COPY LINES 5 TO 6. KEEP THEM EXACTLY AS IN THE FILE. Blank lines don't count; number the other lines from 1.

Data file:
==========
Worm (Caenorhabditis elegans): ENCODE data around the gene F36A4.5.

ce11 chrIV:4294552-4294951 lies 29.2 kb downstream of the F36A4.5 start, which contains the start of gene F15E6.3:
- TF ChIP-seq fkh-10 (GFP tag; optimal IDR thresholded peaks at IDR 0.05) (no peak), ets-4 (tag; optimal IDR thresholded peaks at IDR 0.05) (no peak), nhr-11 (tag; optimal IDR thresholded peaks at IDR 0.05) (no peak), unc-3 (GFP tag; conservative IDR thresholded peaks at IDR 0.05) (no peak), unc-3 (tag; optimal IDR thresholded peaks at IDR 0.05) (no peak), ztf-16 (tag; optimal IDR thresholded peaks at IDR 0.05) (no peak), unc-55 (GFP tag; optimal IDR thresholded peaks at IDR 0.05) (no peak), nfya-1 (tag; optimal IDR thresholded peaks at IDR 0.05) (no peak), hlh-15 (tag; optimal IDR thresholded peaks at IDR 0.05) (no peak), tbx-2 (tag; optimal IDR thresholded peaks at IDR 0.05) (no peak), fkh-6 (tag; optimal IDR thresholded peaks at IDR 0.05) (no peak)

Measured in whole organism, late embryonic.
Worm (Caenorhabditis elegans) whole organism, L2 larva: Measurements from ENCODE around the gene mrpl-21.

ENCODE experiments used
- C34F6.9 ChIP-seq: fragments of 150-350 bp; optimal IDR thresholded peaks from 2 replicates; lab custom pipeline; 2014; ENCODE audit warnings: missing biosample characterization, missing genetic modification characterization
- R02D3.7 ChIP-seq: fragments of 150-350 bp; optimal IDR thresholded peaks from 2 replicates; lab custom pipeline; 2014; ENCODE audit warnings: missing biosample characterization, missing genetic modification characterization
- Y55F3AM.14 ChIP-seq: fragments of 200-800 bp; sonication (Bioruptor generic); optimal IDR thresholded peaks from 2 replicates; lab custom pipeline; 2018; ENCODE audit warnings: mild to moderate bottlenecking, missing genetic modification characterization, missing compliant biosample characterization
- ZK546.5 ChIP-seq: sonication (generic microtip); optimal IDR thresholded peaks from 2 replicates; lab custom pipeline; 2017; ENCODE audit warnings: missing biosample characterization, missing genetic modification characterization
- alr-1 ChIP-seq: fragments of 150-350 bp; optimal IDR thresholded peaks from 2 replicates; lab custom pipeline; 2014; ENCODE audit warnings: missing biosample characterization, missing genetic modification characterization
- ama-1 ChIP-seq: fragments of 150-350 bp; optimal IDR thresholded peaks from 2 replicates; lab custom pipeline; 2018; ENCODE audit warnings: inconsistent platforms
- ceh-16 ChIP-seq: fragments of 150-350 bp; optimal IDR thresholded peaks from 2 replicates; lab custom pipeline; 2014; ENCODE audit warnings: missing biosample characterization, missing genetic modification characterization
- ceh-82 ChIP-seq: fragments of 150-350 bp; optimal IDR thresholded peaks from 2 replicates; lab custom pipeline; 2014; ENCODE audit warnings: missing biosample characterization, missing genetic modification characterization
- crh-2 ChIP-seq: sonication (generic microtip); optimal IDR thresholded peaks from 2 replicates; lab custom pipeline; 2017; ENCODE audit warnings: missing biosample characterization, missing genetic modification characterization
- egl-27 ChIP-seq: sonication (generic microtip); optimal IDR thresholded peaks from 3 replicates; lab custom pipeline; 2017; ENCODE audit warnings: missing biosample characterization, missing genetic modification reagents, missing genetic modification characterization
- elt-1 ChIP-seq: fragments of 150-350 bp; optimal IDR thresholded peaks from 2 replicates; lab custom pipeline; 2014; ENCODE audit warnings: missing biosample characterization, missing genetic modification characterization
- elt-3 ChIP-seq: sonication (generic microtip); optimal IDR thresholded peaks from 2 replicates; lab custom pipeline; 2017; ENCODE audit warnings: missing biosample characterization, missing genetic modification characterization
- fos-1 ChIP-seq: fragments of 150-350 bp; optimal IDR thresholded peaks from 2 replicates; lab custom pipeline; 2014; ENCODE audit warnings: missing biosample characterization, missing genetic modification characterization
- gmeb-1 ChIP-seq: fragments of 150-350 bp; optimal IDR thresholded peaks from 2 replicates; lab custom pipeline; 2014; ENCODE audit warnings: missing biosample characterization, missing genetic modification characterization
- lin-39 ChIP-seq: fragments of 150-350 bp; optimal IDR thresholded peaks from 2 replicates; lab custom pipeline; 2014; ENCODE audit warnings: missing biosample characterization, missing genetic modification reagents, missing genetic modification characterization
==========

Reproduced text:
Worm (Caenorhabditis elegans) whole organism, L2 larva: Measurements from ENCODE around the gene mrpl-21.

ENCODE experiments used